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RFID: The Next Stage

A host of innovative business and consumer applications for radio frequency identification are on the horizon. Industry leaders and adopters share their insights.
By John Edwards
Jan 10, 2011—Leading-edge technologies don't stay on the leading edge very long unless they continually evolve into new applications and adapt to emerging user demands. This is certainly true of radio frequency identification, which began its commercial life as a straightforward retail asset-tracking technology and has since moved into manufacturing, health care, environmental monitoring, human and animal identification, security applications, transportation management and a variety of other fields.

As the second decade of the 21st century unfolds, RFID is increasingly leveraging other cutting-edge technologies and activities, such as smart phones, social networking and robotics, to create a new range of innovative business and consumer applications. "We're on the cusp of the next phase," says Drew Nathanson, director of operations for Natick, Mass.-based VDC Research. "RFID is getting an entire new look."

Next-generation RFID applications are the result of years of steady progress, including thousands of pilot projects and trial deployments, according to Nathanson, as well as an ever-deepening pool of powerful and sophisticated RFID system-development tools. Early projects are now proving their value, inspiring enterprises of all types to move forward with more advanced initiatives. "Businesses are scaling and deploying," he says. "In many different ways, RFID is moving to the next stage."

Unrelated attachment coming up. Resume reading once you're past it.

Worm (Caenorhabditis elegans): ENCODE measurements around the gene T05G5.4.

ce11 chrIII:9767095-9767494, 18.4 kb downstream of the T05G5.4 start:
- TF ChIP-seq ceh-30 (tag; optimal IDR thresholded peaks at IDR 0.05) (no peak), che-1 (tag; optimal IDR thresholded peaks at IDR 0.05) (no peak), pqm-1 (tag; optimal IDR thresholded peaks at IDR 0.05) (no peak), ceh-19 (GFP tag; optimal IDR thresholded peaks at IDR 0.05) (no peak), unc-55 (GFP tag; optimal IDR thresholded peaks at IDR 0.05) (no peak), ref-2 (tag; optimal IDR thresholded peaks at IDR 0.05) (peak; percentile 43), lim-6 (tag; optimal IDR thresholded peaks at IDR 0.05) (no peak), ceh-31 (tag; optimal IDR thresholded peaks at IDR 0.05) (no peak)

Smart Phones
Thanks to the technology's pending integration with smart phones, RFID is poised to move from loading docks, warehouses and other commercial venues into users' hands. Analysts see the transition as part of a natural technological evolution. "It's an inevitable next step, given the current path of both fields," Nathanson says.

On today's smart phones, voice communication almost seems an afterthought. Users are increasingly moving beyond conventional voice calls to engage in text and video messaging, Web surfing, media streaming and other activities that make speaking and listening either irrelevant or less significant. "Smart phones provide a communications environment that's virtually ready-made for RFID," Nathanson observes.

An upcoming generation of smart phones incorporating Near-Field Communication (NFC) capabilities will give users what amounts to their own personal RFID tags, allowing them to effortlessly purchase an almost endless range of products and services. With an NFC-equipped smart phone, consumers can forget about exchanging money with store clerks or fumbling with point-of-sale terminals. Instead, an individual will complete a transaction simply by pointing a phone at a box or sign.
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